Mrs. Jackson, by Susan Bosscawen
Our flight is called to board. Cosmopolitans with the fatigue of young parenthood on their faces schlep out the door pushing a jogging stroller piled high with car seats, diaper bags, and toys. Both tilt under backpacks and toddlers.
A woman wanders out behind them. Serious and severe. Black blouse with tiny ruffles and pin tucks, long black hair streaked with gray, her dark skirt brushes the tops of sensible black oxfords.
On board I find my seat adjacent to hers. “Hi, I’m sorry, but that’s my seat by the window. May I slip in?”
“Sure,” her voice, an unhurried drawl of deep southern hills floating north and south in questions across her words, never pauses as I take my seat. “I’m goin’ to see my daughter? My husband died two years ago. Mr. Jackson and I’d been married fauwty-three years. Andrew Stonewall Jackson. He was a fine man. Why would the good Lawd let you live with summon’ tha’ long and then just take’m away? What do you do with yo-self?
We neva’ had chil’ren. We couldn’t….” The engines rev louder as we ease away from the gate so she raises her voice to make sure I can hear. “His spu-am didn’t swim the way they’s s’posed to? So we neva’ had any chil’ren. He was a truck driver? He worked long hours and be so tired. But he loved me.”
Nearby passengers cast furtive glances our way.
“That chile izza beatin’ yo seat with his feet. You goin’ just like this…,” she bounces back and forth in her own seat to demonstrate stroller family’s child kicking mine—should I have missed it.
“My husband bought us this big old house. Then he los’ his job. And we had to pay for that house! So I found a job. Then he got his job back? So I quit my job. Then he los’ his job ag’in. So I went out and I found a job with the airlines? We’d take tri-ups on the weekends? We’d fly places. We had so much fun. He got his job back and he said, ‘Don’ you quit yo’ job this time.’ So I di’n’t.
I took my daughter to Paris one time. We flew to Paris, Fra-unce. You eva’ flown to Paris? It’s a beautiful city. We flew eva’where.
You don’ talk much. I’m doing all the talkin’. Do you have chil’ren?” She eyes my crows feet. “You mus’ have chil’ren. Are yo’ chil’ren grown? They muz’ be grown by now. Where’re you from?”
“Charlotte,” I whisper.
“You don’ talk like you from Charlotte. People ask me where I’m from? They think I’m from Texas. But no-o-o… I’m from Kentucky! I tell them that? They cain’ believe it. But you don’ talk much like you from the south.
My daughter’s name is Opal Ann? When she was born they gave her to my husband and he said, ‘Opal Ann.’ I said, ‘No, she’s Frances Louise.’ But he said she was as beautiful as an opal. My name’s Martha Louise? My motha’s Frances? And my gran’motha’s Louise. But she became Opal Ann. Mr. Andrew Stonewall Jackson did that.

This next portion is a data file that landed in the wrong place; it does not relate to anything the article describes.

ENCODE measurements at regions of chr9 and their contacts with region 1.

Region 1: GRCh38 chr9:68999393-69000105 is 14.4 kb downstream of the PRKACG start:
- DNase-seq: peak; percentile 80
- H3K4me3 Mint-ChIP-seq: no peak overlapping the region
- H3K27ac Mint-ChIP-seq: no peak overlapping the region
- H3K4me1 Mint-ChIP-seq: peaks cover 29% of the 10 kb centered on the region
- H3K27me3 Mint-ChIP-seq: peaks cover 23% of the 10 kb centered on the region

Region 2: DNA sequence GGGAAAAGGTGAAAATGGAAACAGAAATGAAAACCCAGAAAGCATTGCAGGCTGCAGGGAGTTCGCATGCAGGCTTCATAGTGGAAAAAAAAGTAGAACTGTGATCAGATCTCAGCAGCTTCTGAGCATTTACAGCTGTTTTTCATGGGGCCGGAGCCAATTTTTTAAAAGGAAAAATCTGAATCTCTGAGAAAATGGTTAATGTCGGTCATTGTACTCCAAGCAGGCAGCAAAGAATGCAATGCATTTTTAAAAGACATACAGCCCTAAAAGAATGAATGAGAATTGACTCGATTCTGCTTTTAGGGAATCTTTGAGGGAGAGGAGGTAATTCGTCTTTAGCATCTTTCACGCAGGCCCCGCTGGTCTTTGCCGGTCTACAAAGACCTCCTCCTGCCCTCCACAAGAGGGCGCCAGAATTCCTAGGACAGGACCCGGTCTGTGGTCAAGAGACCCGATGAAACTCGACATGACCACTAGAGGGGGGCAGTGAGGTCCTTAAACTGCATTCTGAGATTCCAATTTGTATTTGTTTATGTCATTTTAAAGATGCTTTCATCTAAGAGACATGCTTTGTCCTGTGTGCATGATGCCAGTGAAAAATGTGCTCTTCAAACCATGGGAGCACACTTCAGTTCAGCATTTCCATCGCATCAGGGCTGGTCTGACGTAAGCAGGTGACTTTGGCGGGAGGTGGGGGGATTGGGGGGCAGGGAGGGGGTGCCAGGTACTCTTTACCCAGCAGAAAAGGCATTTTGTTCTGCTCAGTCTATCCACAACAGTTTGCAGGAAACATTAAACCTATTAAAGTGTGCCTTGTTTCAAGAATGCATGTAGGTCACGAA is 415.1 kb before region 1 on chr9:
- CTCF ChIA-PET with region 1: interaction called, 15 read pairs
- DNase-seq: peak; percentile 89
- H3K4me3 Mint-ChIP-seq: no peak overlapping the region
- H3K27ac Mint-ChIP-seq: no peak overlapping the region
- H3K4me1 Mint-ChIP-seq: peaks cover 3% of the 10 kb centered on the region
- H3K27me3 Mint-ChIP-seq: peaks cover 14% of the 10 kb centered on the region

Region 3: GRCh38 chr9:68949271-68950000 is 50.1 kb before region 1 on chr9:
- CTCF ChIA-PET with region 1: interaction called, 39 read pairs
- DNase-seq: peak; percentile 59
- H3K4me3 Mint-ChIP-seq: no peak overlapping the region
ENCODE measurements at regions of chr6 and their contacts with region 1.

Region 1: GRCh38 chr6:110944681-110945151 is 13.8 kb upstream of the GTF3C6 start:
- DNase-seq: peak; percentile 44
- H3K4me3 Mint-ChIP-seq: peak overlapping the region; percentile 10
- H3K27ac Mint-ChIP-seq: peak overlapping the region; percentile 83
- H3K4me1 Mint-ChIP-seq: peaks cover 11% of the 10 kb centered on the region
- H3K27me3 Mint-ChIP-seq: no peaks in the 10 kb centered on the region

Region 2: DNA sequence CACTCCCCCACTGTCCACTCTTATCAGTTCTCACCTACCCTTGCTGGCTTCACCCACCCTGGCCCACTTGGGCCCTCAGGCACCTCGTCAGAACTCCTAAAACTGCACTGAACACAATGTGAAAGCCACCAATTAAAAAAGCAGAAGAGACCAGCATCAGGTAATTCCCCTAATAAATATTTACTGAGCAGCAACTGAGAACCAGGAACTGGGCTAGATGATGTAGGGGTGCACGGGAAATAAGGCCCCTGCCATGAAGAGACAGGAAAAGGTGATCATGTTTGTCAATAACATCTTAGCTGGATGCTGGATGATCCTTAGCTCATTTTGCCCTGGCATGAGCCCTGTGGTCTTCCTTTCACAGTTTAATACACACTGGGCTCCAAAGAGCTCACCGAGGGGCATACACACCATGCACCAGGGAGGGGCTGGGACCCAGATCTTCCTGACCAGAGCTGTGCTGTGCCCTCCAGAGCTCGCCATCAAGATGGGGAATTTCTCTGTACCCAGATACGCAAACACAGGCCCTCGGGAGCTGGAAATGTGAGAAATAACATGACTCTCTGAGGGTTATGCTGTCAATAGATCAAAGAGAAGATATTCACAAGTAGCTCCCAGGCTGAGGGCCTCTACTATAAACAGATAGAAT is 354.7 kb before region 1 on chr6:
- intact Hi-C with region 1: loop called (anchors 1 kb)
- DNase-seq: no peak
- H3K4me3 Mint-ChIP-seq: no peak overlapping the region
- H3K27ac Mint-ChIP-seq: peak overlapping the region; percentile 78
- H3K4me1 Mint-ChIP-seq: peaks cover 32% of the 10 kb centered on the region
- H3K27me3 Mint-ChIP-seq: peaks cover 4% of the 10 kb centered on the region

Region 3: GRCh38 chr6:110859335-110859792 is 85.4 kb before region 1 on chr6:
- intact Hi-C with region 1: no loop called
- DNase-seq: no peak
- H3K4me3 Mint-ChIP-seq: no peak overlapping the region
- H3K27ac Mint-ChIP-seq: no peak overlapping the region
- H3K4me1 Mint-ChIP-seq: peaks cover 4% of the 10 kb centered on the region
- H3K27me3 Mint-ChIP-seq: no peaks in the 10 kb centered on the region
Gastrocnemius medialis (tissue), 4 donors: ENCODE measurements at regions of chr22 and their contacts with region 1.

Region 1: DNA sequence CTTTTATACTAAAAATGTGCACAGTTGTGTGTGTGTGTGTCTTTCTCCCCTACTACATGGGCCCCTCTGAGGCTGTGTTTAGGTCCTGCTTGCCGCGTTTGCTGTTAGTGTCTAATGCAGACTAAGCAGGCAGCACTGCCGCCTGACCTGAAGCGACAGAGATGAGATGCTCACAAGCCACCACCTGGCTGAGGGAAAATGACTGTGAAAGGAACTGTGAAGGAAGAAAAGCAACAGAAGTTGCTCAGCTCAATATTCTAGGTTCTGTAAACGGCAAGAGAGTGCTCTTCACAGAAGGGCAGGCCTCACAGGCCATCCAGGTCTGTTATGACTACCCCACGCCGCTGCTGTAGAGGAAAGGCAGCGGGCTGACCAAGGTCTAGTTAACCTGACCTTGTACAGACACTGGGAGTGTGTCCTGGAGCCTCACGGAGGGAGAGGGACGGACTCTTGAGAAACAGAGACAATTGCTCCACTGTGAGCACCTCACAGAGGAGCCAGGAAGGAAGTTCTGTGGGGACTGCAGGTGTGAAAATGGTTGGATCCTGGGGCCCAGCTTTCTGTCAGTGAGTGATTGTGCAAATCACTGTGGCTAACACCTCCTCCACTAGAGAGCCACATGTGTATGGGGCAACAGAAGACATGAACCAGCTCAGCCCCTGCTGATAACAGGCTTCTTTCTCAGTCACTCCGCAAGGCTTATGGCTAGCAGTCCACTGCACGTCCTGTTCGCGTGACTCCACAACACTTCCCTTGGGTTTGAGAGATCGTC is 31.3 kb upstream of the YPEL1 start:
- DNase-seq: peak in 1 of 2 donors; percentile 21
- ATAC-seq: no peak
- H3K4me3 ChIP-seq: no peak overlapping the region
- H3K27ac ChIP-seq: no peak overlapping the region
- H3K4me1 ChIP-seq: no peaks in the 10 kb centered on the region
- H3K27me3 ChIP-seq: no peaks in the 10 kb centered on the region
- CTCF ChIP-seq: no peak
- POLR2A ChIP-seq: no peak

I raised three chil’ren. Well, one’s my gran’son, Jesse James? I had him since he was two. His motha’ di’n’ want him. She di’n’ want him when he was ten. My daughter! She di’n’ want him when he was twelve. She di’n’ want him when he was fifteen. But when he graduated high school? She wanted him. He’s smart, too. I di’n know he’s ‘zat smart. I could’a got him all kind of scholarships to college ‘cause his daddy died in the war? But no-o-o…my daughter came up with tickets to Flaw-da. So he’s in Flaw-da. He told me not to be mad—this was his decision not hers. But wha’z he know? He calls me from the beach and says, “Maw-Maw, guess where I am? I’s sittin’ on the beach callin’ you!”
Our flight to Charlotte is ninety minutes and we have twenty-five to go. She pauses to look around at the other passengers in the cabin and takes a new breath.
“My daughter lost all this weight? She told me, ‘I can wear your clothes now, Ma.’ I said, ‘No, you cain’!’ She’s already stolen some of my clothes. I had these beautiful leather coats and she took all three of’m! So I bought me a teal one. No one wears teal. But I have this teal skirt?…and this teal blouse…but I hid my teal leather coat. She cain’ find it!
My other daughter is married to a preacher. She dresses like a preacher, too. All conservative. Plain jackets and skirts.
She has four years of college and her husband only has one. I tell’em, ‘Now, who’s the preacher in this family with the egi-cation?’ They don’ like that too much.
I’s raised a Baptist? I wanted babies so bad and Mr. Jackson couldn’t he’p’a’tall. Sometimes thangs jus’ work out. Mr. Jackson’s brother was so kind. Now I’m goin’ to this church where we don’ believe in women wearin’ pants. We don’ cut our hair. It says in Deuteronomy that women should look like women and men should look like men. See? I have on a dress and you have on pants…so I look like the woman.
It took me a long time to come ‘round to that. They have a lot of rules in this church? I had to read my Bible a whole lot to see what they wuz a’ saying. I never did figure out some of it. But a lot of people don’ agree with’em. My daughter don’ agree with me. But I’m a Penti’caah’stal now.
My daughter looks juz like her daddy.”
Which one, I wonder.
“She has his hands? Her daddy’s feet? She even has her daddy’s butt! He di’n’ have no butt—and she ain’t got no butt either.
Mr. Jackson was tall. He was six foot three inches and skinny. And she’s juz like him. Tall and skinny…with no butt.
He was in Vietnam? It did somp’em to him. Took’im a long time to git ova’. Some of it he neva’ did git ova’. He’d lay there in the bed by me and just jump. In his sleep. Scairt me to death! He’d flang his leg ova’ me or throw his arm across me. He was heavy. Sometimes he hit my head in his sleep. I’d just turn my back on him when he did that.
Lawsie! ‘Ju feel that? We juz’ landed!”
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